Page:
Sunday, October 25, 2009

Splashed in Red - September Auction Analysis for Indian Contemporary Art

Here is the article published in "The Telegraph" posted here for the International readers of this blog....... Check out the auction analysis with help from Art Tactic and figure out if there is really a recovery ........
You could say that the ‘Indian art season’ has kicked off. In September, there were three major auctions — Saffronart, Sotheby’s and Christie’s — and the results are a pointer to which way the art world will be headed in coming months.

So what can we look forward to? The modern art market looks strong — but the same can’t be said for Contemporary art.

The star of the season so far is one of the old masters, Tyeb Mehta. Even in this market , he notched up Rs 6.4 crore for one of the Mahishasura canvases.

He wasn’t the only one to make a splash. A rare but good-sized 57in x 92in Jagdish Swaminadhan went for close to Rs 2.75 crore at the Christie’s auction. This really goes to show that — as always — there are buyers willing to pay a premium over market prices and even market conditions for good quality art.

At the Sotheby’s auction, I was impressed by the nice Rs 3 crore figure for a V.S. Gaitonde canvas. Now, Gaitonde was one of the least prolific artists of his times and very few works are available. This was a 65in x 40in work and it’s typical of the abstract work he was known for.

This untitled Manjit Bawa work fetched a stunning Rs 1.27 crore at the Saffronart auction


In the Saffronart auction nearer home, both Akbar Padamsee with a value of close to Rs 1.87 crore and a stunning Manjit Bawa at Rs 1.27 crore were standout performers.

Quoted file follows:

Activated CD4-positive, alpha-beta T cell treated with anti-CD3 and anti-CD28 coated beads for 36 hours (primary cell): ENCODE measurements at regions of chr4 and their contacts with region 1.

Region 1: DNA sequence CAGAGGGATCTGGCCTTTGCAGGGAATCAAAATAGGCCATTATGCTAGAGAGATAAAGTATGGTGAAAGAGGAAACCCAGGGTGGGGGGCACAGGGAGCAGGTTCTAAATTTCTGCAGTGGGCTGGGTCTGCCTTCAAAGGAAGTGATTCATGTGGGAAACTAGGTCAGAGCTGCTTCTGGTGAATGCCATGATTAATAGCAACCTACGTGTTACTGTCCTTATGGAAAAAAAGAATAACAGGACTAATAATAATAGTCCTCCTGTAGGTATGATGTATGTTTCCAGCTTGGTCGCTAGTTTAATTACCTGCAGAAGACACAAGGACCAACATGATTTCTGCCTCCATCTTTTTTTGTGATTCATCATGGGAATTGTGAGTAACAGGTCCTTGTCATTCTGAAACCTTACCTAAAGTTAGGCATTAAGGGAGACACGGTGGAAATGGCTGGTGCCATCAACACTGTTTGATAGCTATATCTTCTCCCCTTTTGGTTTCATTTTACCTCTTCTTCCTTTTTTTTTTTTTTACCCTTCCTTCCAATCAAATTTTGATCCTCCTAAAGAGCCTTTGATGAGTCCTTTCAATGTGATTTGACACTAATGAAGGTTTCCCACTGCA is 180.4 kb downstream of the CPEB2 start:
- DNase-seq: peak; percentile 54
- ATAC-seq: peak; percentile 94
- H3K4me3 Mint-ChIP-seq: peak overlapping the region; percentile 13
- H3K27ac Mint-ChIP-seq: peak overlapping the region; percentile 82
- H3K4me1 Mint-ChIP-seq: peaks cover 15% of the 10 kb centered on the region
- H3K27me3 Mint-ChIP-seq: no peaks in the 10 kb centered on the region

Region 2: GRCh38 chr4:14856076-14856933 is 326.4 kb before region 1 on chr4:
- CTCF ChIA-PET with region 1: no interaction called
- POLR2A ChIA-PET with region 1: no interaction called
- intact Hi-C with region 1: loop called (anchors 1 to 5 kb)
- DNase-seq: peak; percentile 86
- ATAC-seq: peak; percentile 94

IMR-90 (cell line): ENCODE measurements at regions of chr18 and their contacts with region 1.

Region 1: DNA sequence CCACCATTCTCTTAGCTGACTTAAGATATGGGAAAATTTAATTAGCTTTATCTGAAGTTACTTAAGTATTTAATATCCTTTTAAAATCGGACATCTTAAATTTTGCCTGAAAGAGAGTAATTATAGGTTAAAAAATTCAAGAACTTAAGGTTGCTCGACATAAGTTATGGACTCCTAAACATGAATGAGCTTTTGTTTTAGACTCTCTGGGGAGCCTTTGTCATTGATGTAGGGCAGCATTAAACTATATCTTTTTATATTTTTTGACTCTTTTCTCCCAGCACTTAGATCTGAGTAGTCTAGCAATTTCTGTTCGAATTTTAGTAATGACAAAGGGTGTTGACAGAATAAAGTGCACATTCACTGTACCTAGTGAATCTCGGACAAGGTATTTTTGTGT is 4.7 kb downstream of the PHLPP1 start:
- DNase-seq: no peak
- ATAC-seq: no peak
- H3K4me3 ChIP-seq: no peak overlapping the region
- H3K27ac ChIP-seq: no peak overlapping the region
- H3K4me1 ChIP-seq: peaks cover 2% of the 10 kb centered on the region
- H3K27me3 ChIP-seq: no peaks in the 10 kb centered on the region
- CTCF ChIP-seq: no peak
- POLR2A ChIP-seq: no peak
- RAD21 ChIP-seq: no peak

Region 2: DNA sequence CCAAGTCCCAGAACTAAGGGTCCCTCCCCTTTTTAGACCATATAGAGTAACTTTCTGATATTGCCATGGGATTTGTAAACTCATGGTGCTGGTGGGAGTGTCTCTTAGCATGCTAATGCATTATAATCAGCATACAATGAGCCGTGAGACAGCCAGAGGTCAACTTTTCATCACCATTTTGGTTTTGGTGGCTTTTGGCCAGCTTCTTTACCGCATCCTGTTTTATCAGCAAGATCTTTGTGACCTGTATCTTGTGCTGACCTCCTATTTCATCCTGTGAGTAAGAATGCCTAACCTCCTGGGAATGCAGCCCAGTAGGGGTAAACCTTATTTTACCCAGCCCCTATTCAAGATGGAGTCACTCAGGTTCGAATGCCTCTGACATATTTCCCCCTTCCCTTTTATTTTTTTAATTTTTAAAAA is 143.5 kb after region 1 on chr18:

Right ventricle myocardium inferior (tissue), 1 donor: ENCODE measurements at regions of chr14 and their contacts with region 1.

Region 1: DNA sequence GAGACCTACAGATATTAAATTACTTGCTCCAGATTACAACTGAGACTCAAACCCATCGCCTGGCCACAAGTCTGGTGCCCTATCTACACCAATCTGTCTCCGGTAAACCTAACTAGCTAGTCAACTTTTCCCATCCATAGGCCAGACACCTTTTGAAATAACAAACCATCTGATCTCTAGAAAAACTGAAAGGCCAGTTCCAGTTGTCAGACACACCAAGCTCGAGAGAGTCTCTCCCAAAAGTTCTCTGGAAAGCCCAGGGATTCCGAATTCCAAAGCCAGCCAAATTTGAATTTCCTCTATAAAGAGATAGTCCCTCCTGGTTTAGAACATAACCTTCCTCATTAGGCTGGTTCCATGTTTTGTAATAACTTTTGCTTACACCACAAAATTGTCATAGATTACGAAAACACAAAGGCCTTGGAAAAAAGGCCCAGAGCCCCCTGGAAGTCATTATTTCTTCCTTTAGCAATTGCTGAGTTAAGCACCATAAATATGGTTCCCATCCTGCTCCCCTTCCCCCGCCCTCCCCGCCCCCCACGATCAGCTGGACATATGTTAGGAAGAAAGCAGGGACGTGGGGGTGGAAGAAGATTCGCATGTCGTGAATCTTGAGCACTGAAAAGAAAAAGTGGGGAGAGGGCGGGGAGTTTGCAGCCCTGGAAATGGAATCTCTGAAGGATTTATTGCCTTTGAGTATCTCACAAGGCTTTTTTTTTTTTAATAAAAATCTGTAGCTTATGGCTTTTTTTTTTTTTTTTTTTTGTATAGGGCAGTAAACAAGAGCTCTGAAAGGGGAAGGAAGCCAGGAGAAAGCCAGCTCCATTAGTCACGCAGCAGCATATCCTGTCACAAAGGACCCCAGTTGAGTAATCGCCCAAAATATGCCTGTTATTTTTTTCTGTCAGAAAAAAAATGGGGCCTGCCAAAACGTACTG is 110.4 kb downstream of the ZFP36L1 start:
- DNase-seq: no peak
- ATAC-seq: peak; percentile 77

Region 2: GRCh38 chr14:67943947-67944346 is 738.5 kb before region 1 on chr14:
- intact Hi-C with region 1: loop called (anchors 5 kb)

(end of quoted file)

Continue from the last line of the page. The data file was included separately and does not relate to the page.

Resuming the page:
Yes, the top lots did do well. And this has lent weight to those who argue that the Modern art market has recovered.

But let me give you an interesting set of statistics: There were a total of 161 lots of Modern art at these three auctions and out of these, 107 — or close to 70 per cent — sold at the lower end of the estimate or did not sell. So the recovery was mainly in exceptional works of Tyeb Mehta, MF Hussain, S. H. Raza, F. N. Souza and Gaitonde.

Tyeb Mehta notched up Rs 6.4 crore for this Mahishasura canvas

Meanwhile, the Contemporary art scene was disappointing to say the least — and the picture looks even bleaker if you compare it to the Contemporary art sales last September.


Both Modern and Contemporary art prices have fallen this year; As the second graph shows, 81 per cent of the contemporary lots are selling at the lower end of the estimate or failing to sell

Last year, at the three September auctions, Contemporary art worth Rs 58 crore was sold. This year that figure fell to a pitiful Rs 4.5 crores — at all three auctions combined. That includes a very surprising performance of close to Rs 1.8 crore for a lovely Jitish Kallat work, Dawn Chorus — 7. Kallat has, over the last one year, failed to sell at a number of auctions, so this new sale record was a pleasant surprise.

With this exception, I didn’t see one result in the entire Contemporary space that merited. In fact, the sad truth is none of the three auctions had much quality work. The reason: collectors aren’t dispatching their best works to auctions because they fear the works will fetch less than their purchase price.

Looking through the sales figures drills home the fact how even seasoned collectors get carried away during good times when there’s too much money chasing art which isn’t always the best quality.

During the boom Atul Dodiya held a famous water colour show with some 40 of his works on display at Bodhi Art gallery in Mumbai. Each work was on sale, at the time, for about Rs 20 lakh — there weren’t many buyers at that price even then. But two of the same works came up for sale at Sotheby’s. They sold finally for about Rs 6 lakh.